NEW IS GOOD (PART II)
given to a young Native American
at the time of his initiation:
‘As you go the way of life,
you will see a great chasm.
It is not as wide as you think.”
Joseph Campbel, “In The Field”
How can you find that courage?
Do not linger in the warm nostalgia of the good old times. It may be comforting at first, but if you linger there, you will make no progress. Do not see yourself as a victim, either. That path is full of self-pity and leads to hopelessness and inaction.
Instead, keep your mind open, focused intensely on the changes happening around you. Stay alert to detecting the opportunities that might be to your benefit. Turn the new circumstances to your advantage. Shift quickly from something that doesn’t work or only works so-so to something new and exciting, with a much higher likelihood of success. Seek trusted advice from mentors and sages in your life. Do your homework and do take some calculated risks. Your mind, guided by your will, consciously and unconsciously, will start finding new ways to lead you where you want to be. Thus you will discover a new framework of thinking and living, new means of being at your best, new patterns of relating to yourself and to others. As you strive for this new you, if you fully embrace it, you will soon realize you actually like and respect the renewed version of yourself. These are only a few examples. If you get the idea, please add your own.
This way of approaching change will greatly increase your emotional and social survival ability in the emerging post-recession world. It will also help you achieve financial and emotional security for yourself and your loved ones. Successfully managing change will make you, more innovative, more skillful and much stronger. This, in turn, will make you even more successful. It is an upward spiral.
To remain in control, fight your “fight or flight” instinct and embrace the change. Find the mental strength to build a strong will, so powerful will that will dominate your fears. Maintain an open, flexible mind. Accept that “new” can be both challenging, exciting and renewing, all at the same time. Change can bring about opportunities you have never dreamt of. Hold on to the belief that New is Good and give yourself the chance to grow stronger and wiser out of your own fears.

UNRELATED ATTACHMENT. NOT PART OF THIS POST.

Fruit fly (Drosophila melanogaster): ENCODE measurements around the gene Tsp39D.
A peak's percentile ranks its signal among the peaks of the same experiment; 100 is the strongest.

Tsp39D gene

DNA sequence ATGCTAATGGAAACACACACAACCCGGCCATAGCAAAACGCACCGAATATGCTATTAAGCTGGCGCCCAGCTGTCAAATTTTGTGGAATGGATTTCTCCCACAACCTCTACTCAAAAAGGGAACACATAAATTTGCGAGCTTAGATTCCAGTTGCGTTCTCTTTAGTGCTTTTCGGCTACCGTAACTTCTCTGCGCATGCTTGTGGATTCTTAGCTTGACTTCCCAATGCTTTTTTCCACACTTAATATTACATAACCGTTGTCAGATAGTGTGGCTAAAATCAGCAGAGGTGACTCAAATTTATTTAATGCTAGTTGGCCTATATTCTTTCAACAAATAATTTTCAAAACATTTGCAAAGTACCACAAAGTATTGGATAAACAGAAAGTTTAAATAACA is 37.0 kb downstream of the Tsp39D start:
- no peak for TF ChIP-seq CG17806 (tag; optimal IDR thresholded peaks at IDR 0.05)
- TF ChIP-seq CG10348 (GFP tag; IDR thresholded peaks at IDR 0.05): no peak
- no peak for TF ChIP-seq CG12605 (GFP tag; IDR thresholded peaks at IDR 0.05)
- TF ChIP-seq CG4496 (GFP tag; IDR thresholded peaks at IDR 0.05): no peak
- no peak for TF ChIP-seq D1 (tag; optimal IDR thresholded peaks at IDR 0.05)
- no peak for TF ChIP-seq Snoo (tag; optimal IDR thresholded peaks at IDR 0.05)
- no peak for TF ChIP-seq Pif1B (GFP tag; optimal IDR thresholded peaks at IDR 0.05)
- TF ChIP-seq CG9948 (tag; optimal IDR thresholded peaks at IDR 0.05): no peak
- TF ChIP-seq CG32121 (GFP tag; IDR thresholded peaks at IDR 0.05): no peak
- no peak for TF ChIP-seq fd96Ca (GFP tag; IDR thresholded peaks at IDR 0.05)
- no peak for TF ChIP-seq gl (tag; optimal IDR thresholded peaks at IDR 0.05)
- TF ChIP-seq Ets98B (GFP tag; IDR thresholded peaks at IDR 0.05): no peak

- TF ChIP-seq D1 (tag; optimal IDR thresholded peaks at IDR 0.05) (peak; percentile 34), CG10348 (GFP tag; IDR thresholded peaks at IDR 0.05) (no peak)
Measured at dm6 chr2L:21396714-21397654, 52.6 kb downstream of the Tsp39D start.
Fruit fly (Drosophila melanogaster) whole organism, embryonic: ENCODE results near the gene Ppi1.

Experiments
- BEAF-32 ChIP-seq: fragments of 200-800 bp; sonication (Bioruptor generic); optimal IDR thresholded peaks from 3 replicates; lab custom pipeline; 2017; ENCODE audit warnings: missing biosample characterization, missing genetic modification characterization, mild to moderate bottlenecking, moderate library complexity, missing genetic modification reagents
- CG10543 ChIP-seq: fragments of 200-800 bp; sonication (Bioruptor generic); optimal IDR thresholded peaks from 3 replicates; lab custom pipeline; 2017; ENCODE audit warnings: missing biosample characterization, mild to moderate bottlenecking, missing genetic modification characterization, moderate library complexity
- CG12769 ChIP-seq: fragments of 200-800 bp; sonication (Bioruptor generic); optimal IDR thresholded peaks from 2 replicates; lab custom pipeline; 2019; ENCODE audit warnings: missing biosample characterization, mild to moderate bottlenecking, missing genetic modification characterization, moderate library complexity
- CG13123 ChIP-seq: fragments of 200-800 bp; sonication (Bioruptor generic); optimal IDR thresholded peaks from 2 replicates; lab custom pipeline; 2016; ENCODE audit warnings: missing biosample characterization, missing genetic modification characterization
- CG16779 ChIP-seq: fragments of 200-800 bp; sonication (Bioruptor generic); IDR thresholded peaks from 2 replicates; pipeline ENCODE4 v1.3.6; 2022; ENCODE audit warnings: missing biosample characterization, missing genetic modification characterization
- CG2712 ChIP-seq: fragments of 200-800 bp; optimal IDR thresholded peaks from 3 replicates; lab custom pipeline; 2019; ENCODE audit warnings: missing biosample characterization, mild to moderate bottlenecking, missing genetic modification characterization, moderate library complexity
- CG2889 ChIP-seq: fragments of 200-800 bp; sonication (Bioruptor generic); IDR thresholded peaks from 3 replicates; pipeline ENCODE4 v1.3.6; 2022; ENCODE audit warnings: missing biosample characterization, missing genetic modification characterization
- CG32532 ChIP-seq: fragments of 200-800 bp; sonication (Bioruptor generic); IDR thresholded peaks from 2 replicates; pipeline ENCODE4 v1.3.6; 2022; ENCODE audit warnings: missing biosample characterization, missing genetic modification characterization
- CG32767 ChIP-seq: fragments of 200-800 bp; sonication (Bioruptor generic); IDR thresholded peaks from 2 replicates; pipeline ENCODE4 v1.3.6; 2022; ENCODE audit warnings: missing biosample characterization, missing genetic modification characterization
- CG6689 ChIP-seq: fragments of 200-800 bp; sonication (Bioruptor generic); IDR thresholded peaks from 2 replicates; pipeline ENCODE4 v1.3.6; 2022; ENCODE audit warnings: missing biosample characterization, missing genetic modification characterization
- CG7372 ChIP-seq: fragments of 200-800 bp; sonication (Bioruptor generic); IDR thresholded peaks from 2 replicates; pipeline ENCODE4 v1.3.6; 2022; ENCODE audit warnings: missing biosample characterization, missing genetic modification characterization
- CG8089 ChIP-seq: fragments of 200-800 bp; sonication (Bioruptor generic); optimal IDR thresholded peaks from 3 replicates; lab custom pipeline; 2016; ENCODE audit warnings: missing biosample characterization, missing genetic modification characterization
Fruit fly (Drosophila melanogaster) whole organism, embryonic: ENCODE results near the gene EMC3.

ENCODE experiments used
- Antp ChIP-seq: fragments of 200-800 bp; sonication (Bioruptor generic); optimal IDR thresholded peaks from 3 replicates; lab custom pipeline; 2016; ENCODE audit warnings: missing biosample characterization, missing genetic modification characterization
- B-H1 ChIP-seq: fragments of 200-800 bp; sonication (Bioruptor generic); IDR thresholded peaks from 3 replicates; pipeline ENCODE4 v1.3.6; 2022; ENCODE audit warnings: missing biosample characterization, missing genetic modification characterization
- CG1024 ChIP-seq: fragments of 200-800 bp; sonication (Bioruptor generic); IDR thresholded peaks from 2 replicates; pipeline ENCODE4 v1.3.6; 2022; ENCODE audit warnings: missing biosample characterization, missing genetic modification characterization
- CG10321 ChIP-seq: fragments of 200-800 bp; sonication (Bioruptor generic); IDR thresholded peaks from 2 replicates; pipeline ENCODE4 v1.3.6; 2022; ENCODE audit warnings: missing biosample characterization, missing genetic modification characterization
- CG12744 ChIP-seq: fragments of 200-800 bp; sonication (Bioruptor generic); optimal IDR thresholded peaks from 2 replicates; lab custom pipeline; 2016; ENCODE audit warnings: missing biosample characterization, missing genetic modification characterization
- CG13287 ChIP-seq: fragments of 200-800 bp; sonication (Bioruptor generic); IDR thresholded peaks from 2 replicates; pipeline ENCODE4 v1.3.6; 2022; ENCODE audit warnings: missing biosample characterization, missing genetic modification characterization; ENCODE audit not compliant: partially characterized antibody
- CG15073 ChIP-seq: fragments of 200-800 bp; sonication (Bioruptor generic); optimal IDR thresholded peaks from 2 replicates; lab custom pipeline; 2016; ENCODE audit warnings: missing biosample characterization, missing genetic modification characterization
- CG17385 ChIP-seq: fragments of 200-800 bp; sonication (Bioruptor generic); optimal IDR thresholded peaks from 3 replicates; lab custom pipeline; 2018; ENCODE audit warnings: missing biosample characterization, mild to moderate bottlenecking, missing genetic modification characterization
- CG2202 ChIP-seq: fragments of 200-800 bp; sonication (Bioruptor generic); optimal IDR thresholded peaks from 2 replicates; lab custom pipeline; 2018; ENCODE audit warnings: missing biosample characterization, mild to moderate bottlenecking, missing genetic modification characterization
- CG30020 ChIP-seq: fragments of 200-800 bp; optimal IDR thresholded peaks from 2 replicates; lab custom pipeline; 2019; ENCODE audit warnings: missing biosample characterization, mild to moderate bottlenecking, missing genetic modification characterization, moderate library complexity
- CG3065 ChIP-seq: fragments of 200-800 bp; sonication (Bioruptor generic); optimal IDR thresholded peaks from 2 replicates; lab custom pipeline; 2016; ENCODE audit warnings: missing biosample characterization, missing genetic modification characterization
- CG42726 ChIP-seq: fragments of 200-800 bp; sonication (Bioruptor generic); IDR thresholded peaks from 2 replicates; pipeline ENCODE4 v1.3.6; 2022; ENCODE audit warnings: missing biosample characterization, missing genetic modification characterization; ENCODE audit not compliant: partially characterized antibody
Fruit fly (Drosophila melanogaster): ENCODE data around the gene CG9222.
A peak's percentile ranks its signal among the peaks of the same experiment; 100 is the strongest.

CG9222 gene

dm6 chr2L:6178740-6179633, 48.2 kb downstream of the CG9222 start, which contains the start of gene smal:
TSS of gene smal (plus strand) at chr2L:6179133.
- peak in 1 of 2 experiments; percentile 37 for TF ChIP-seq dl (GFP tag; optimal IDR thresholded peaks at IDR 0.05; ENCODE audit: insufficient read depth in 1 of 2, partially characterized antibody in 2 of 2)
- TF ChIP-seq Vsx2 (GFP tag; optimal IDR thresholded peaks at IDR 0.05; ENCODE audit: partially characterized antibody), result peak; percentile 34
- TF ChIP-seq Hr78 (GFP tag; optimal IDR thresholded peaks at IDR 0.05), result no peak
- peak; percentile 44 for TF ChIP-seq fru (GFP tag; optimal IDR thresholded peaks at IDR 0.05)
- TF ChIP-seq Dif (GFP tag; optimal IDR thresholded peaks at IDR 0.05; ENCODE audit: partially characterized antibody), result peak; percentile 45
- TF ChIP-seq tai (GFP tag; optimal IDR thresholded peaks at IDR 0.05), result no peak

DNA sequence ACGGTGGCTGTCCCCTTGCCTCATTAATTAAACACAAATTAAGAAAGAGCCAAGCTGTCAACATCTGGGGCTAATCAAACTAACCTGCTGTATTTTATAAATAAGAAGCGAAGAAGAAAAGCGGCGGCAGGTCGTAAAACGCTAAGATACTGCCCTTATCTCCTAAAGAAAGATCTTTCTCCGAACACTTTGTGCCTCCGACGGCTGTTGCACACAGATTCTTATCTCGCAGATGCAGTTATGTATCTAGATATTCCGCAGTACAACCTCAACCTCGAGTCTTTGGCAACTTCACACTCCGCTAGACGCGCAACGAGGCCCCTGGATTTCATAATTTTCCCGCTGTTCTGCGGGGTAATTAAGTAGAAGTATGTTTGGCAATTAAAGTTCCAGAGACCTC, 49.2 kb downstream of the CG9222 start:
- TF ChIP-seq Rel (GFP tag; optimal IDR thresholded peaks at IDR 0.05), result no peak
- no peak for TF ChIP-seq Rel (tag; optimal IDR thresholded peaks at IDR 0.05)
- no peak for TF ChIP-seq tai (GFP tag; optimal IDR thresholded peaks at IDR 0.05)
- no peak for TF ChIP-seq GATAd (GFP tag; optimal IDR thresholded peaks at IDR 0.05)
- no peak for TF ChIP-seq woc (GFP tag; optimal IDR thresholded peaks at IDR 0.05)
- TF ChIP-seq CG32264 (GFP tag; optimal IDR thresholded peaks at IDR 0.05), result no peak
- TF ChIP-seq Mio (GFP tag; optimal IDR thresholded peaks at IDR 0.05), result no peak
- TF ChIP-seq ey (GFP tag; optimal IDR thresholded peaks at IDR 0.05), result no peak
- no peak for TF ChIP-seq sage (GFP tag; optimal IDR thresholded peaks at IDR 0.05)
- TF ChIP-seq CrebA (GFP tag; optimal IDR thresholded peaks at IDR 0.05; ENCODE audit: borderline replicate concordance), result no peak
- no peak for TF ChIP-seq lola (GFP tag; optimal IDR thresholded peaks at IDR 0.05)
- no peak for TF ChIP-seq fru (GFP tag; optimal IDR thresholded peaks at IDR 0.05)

If you face unemployment or other difficult transitions, make New is Good your guiding belief. It will inspire you to keep going, unstoppable, until you achieve your goals. Stay open, work hard, don’t look back and never ever lose hope.
P.S. The idea of New is Good as a guiding belief, has already been tested by one of my patients. She was fighting the despair of looking for a job for over a year despite her sound education, excellent references and plenty of experience in her field. She felt scared and confused facing the dramatic changes in the work force today. But she did not give up and worked on reinventing herself. We came up with New is Good while looking for a way to strengthen her will to keep going, keep fighting for the right job. It became her constant companion even long after she exceeded this goal. We both hope this will help you too to keep going until successfully overcome your own challenges, whatever they may be.
New is Good! Make it so!